Discipline, or the lack there of, has been a hot-button issue involving the Detroit Lions for a number of years under former head coach Jim Schwartz.
Lions safety Glover Quin admitted the Lions had discipline problems at times last year, but not the kind you might be thinking of.
It’s the on-the-field discipline playing within the scheme that Quin thought was lacking last season. It’s what he’s hoping Jim Caldwell, Teryl Austin and the rest of the new coaching staff can address rather quickly.
"I definitely think (we played undisciplined)," Quin said in a phone interview Tuesday. "I think we were really good in the red zone defensively, but I think we gave up the most points outside the red zone. That means you’re giving up 20-plus yard plays.
"Some of those are just physical plays, where a guy got beat, those things happen, but I think a lot of that was a loss of focus here and there and a lack of discipline here and there."
The Lions gave up 52 passes of 20-plus yards in 2013. The 33.9 average on those completions was the third-highest average in the league.
Opponents scored 187 points outside of the red zone, the most in the NFL. The league average was 102 points.
"There are a lot of ways you have to be disciplined," said Quin, who was signed on the first day of free agency last year.
"Obviously, you have to be disciplined in the scheme and knowing what you’re doing. You have to be disciplined in your techniques, making sure you’re doing the right things. But you also have to be disciplined with your eyes and make sure you’re seeing the right things. It doesn’t take long for you to lose that focus on one play and boom - it’s an 80-yard touchdown."
The Lions signed Quin to be a steady presence at the safety position. He’s not a flashy player, but he always seems to be in the right spots to make plays. He doesn’t make a lot of mistakes, and the Lions could use more players like that in the secondary.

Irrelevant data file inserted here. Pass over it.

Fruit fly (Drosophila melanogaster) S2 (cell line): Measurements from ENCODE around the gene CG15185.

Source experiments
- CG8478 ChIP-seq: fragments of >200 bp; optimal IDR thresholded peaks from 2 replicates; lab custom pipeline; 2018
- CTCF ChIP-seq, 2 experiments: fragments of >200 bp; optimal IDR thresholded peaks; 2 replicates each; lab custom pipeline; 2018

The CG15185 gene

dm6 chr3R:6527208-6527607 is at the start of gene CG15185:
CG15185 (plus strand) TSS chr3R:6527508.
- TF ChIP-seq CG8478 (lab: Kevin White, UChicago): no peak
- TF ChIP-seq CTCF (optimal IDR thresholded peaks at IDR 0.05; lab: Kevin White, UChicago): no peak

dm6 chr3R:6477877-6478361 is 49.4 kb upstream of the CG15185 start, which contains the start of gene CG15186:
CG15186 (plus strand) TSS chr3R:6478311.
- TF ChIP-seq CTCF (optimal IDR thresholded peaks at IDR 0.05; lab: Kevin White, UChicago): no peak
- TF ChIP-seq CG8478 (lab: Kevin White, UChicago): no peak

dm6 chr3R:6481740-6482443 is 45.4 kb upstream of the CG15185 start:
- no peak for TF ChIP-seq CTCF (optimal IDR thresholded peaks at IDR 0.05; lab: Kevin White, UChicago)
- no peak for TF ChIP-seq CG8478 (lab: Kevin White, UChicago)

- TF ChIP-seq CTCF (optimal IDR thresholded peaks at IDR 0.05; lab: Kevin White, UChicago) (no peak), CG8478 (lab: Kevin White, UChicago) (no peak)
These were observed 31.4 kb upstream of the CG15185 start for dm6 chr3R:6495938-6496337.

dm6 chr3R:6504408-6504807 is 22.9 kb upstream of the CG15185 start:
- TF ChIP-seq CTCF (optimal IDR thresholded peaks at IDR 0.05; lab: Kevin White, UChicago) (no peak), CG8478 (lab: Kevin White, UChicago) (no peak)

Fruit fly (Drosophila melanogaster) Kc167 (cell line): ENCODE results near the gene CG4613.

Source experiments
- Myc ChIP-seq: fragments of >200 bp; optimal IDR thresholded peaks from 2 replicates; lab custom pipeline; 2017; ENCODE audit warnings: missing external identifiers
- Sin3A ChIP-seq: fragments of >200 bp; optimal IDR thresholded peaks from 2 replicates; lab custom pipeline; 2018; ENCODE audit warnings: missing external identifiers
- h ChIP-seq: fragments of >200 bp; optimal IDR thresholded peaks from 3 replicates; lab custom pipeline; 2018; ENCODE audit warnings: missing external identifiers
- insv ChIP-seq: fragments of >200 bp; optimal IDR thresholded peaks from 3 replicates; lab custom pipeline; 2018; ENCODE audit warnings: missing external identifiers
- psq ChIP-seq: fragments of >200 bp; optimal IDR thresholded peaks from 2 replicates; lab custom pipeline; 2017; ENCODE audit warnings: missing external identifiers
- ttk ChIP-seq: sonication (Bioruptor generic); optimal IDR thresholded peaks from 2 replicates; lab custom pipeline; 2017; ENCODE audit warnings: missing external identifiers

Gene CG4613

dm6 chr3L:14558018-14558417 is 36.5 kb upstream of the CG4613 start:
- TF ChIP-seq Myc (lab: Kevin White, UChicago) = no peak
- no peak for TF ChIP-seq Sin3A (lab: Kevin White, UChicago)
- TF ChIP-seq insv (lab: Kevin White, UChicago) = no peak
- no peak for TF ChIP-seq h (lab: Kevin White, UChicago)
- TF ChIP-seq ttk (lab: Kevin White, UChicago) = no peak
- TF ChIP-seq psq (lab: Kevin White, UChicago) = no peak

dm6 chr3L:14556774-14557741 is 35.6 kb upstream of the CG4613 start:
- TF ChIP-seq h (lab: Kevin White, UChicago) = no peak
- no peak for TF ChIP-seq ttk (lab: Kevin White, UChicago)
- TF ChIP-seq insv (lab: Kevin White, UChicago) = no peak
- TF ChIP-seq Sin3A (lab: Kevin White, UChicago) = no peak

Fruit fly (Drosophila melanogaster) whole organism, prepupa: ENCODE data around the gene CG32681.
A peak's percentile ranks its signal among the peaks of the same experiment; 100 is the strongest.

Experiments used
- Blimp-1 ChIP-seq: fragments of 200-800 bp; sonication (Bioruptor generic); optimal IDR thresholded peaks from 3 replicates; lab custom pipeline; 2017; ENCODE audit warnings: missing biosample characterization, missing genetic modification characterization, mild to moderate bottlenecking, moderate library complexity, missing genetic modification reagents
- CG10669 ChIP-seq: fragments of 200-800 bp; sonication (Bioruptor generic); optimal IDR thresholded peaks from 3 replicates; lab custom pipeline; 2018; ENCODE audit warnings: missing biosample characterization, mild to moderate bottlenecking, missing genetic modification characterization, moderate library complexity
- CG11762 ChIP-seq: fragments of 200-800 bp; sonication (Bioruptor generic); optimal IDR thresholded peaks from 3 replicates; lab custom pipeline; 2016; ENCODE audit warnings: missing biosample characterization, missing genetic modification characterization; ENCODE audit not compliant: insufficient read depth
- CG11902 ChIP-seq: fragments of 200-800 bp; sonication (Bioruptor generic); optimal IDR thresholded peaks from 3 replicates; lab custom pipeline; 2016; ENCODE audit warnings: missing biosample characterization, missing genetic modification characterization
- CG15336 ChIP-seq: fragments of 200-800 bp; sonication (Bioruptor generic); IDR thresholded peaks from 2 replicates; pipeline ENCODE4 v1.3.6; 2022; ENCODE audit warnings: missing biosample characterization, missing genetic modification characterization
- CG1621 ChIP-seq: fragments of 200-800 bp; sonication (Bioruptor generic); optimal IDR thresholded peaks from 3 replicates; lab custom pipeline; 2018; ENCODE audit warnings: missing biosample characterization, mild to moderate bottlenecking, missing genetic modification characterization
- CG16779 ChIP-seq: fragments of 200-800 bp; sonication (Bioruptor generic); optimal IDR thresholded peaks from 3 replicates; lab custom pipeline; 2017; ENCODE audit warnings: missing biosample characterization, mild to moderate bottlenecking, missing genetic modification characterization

"I definitely think that’ll have an immediate impact,” Quin said of the new defensive coordinator Austin and his detail-oriented coaching style. "Everybody has a job to do to make the final product.
"When you’re focusing on the details, guys have to be in tune to what’s going on. You have to pay attention and listen and focus and you have to understand the scheme and the system. You have to be on point or else you’ll be out of place."
Quin said he’s also looking forward to working with a coordinator who was a safety during his playing days and has extensive coaching experience in the secondary.
The Lions haven't ranked higher than 14th against the pass in the last five years.
"The thing about a secondary coach is that you get to see the whole package and how everything has to work," Quin said. "From the secondary you can see when linemen jump out of their gaps. You can see when linebackers miss gaps. You know where the secondary has to be. When you see it from that back angle you know where everyone has to be and what everyone has to do. You understand it all."